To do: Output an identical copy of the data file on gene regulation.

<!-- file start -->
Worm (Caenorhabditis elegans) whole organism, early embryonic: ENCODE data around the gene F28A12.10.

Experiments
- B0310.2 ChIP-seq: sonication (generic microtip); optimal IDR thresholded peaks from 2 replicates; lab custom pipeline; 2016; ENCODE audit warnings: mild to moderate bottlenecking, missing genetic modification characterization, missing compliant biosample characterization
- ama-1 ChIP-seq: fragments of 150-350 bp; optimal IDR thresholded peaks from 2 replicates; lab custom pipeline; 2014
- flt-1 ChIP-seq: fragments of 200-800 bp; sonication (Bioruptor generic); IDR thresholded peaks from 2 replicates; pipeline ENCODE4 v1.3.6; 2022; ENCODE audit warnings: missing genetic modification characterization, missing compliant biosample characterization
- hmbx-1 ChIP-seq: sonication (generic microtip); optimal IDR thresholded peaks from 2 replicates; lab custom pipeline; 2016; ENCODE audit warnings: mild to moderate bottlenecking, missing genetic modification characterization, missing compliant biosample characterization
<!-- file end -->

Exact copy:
Worm (Caenorhabditis elegans) whole organism, early embryonic: ENCODE data around the gene F28A12.10.

Experiments
- B0310.2 ChIP-seq: sonication (generic microtip); optimal IDR thresholded peaks from 2 replicates; lab custom pipeline; 2016; ENCODE audit warnings: mild to moderate bottlenecking, missing genetic modification characterization, missing compliant biosample characterization
- ama-1 ChIP-seq: fragments of 150-350 bp; optimal IDR thresholded peaks from 2 replicates; lab custom pipeline; 2014
- flt-1 ChIP-seq: fragments of 200-800 bp; sonication (Bioruptor generic); IDR thresholded peaks from 2 replicates; pipeline ENCODE4 v1.3.6; 2022; ENCODE audit warnings: missing genetic modification characterization, missing compliant biosample characterization
- hmbx-1 ChIP-seq: sonication (generic microtip); optimal IDR thresholded peaks from 2 replicates; lab custom pipeline; 2016; ENCODE audit warnings: mild to moderate bottlenecking, missing genetic modification characterization, missing compliant biosample characterization